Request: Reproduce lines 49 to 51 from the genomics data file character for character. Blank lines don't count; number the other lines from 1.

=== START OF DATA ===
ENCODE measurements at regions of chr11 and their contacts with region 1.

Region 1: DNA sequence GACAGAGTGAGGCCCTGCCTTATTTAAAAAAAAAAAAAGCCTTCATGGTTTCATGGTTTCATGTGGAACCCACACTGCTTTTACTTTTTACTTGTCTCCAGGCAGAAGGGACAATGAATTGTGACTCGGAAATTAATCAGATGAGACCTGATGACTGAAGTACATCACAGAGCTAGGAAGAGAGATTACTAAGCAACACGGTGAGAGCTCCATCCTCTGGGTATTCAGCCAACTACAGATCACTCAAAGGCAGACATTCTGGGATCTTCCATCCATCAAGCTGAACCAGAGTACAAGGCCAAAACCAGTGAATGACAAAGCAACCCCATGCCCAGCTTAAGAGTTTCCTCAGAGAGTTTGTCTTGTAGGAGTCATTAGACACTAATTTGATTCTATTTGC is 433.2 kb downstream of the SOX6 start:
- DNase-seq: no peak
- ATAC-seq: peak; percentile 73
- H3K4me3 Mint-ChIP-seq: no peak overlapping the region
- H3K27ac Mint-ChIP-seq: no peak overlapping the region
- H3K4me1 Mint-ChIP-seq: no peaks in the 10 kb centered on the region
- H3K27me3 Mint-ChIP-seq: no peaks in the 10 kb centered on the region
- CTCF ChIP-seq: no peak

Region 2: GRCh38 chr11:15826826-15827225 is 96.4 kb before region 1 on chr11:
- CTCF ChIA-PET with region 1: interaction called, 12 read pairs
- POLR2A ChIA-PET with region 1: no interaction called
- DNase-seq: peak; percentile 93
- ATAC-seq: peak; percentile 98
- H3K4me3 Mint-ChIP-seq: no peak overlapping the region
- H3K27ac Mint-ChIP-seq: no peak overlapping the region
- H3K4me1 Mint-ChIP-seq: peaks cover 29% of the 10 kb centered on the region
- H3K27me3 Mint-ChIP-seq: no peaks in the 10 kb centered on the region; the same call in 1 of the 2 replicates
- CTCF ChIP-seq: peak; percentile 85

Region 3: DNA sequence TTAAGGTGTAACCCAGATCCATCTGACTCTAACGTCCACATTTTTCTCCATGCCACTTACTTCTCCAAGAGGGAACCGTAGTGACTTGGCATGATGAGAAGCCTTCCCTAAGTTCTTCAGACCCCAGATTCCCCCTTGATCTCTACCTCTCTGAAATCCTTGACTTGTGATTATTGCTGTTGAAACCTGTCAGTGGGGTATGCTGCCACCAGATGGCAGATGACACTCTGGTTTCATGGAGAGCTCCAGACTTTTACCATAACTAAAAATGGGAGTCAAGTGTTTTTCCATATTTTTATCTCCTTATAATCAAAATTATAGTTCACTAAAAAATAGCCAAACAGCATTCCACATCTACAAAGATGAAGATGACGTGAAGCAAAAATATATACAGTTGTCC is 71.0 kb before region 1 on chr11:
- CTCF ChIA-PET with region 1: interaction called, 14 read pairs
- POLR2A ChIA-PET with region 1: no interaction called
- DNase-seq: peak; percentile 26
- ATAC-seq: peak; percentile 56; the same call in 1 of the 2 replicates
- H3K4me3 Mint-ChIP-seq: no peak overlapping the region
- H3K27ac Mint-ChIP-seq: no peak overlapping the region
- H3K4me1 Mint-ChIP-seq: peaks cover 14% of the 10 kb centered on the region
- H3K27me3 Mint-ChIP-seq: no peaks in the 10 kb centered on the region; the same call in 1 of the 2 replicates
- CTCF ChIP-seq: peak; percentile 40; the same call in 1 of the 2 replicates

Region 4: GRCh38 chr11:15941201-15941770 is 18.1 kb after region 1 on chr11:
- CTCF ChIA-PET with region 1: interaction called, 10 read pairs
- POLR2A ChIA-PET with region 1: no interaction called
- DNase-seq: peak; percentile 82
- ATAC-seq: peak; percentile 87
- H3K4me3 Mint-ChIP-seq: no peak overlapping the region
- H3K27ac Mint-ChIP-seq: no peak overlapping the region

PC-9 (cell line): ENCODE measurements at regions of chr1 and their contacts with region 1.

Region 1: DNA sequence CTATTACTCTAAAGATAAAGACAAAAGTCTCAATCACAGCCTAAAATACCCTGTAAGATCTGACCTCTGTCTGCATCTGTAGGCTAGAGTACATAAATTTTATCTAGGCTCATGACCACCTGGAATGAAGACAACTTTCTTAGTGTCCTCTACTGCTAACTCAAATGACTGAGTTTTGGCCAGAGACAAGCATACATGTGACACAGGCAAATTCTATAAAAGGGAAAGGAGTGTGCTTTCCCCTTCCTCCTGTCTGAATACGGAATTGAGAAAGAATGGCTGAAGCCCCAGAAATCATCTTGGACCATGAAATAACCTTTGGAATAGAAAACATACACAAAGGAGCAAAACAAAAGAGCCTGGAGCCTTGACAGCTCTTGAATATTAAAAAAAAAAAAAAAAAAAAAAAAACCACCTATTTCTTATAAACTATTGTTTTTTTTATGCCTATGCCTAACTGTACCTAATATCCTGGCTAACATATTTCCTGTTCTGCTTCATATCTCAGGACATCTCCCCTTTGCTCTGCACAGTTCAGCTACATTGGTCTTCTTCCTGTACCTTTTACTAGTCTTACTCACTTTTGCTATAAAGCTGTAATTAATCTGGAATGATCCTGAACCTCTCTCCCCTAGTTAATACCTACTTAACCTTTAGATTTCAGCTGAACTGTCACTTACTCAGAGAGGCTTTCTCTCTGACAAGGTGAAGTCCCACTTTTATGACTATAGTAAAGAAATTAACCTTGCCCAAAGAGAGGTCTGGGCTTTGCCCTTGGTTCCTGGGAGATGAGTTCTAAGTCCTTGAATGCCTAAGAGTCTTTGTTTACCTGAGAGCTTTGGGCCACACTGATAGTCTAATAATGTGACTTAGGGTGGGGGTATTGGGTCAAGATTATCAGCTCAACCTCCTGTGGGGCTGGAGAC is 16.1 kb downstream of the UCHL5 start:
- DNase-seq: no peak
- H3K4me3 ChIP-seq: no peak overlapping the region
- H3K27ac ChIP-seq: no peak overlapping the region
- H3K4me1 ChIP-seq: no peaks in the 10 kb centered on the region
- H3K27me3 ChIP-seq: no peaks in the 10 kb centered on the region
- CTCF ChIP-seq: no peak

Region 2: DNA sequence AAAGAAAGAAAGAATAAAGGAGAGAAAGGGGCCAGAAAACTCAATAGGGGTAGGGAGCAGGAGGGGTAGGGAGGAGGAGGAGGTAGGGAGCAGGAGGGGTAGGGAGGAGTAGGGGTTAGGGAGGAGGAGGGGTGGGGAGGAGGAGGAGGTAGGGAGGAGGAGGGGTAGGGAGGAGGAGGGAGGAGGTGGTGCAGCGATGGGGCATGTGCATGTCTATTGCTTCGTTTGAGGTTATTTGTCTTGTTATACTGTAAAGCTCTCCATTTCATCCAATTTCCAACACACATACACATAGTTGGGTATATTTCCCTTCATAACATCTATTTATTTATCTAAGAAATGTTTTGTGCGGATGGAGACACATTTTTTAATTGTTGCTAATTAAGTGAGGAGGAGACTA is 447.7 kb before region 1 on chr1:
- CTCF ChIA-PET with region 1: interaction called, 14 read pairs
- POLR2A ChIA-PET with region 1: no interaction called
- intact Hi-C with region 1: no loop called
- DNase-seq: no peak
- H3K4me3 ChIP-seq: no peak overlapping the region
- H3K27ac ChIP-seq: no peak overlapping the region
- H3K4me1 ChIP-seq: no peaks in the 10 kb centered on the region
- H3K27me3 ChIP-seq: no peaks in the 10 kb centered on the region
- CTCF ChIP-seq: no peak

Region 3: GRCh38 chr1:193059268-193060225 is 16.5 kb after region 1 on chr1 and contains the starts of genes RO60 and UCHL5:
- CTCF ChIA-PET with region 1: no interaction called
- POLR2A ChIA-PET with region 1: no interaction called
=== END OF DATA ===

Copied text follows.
- DNase-seq: no peak
- H3K4me3 ChIP-seq: no peak overlapping the region
- H3K27ac ChIP-seq: no peak overlapping the region